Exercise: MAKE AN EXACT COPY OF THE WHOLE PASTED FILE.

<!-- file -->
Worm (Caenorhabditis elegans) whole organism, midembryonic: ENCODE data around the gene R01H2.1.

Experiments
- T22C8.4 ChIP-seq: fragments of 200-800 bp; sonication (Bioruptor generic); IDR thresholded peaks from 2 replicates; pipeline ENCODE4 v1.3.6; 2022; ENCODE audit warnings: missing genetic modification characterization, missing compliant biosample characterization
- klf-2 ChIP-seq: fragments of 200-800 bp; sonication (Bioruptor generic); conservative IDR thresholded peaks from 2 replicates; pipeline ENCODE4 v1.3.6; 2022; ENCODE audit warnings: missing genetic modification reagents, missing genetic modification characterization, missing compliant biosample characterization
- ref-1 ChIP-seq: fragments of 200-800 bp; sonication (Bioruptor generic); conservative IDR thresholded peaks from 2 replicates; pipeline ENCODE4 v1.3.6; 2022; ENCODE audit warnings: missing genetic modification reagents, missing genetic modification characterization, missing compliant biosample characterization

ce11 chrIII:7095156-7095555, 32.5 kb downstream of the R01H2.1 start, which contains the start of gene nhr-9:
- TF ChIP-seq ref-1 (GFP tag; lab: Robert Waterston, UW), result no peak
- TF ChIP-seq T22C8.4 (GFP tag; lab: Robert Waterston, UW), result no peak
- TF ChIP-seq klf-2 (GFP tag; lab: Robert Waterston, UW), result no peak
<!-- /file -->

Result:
Worm (Caenorhabditis elegans) whole organism, midembryonic: ENCODE data around the gene R01H2.1.

Experiments
- T22C8.4 ChIP-seq: fragments of 200-800 bp; sonication (Bioruptor generic); IDR thresholded peaks from 2 replicates; pipeline ENCODE4 v1.3.6; 2022; ENCODE audit warnings: missing genetic modification characterization, missing compliant biosample characterization
- klf-2 ChIP-seq: fragments of 200-800 bp; sonication (Bioruptor generic); conservative IDR thresholded peaks from 2 replicates; pipeline ENCODE4 v1.3.6; 2022; ENCODE audit warnings: missing genetic modification reagents, missing genetic modification characterization, missing compliant biosample characterization
- ref-1 ChIP-seq: fragments of 200-800 bp; sonication (Bioruptor generic); conservative IDR thresholded peaks from 2 replicates; pipeline ENCODE4 v1.3.6; 2022; ENCODE audit warnings: missing genetic modification reagents, missing genetic modification characterization, missing compliant biosample characterization

ce11 chrIII:7095156-7095555, 32.5 kb downstream of the R01H2.1 start, which contains the start of gene nhr-9:
- TF ChIP-seq ref-1 (GFP tag; lab: Robert Waterston, UW), result no peak
- TF ChIP-seq T22C8.4 (GFP tag; lab: Robert Waterston, UW), result no peak
- TF ChIP-seq klf-2 (GFP tag; lab: Robert Waterston, UW), result no peak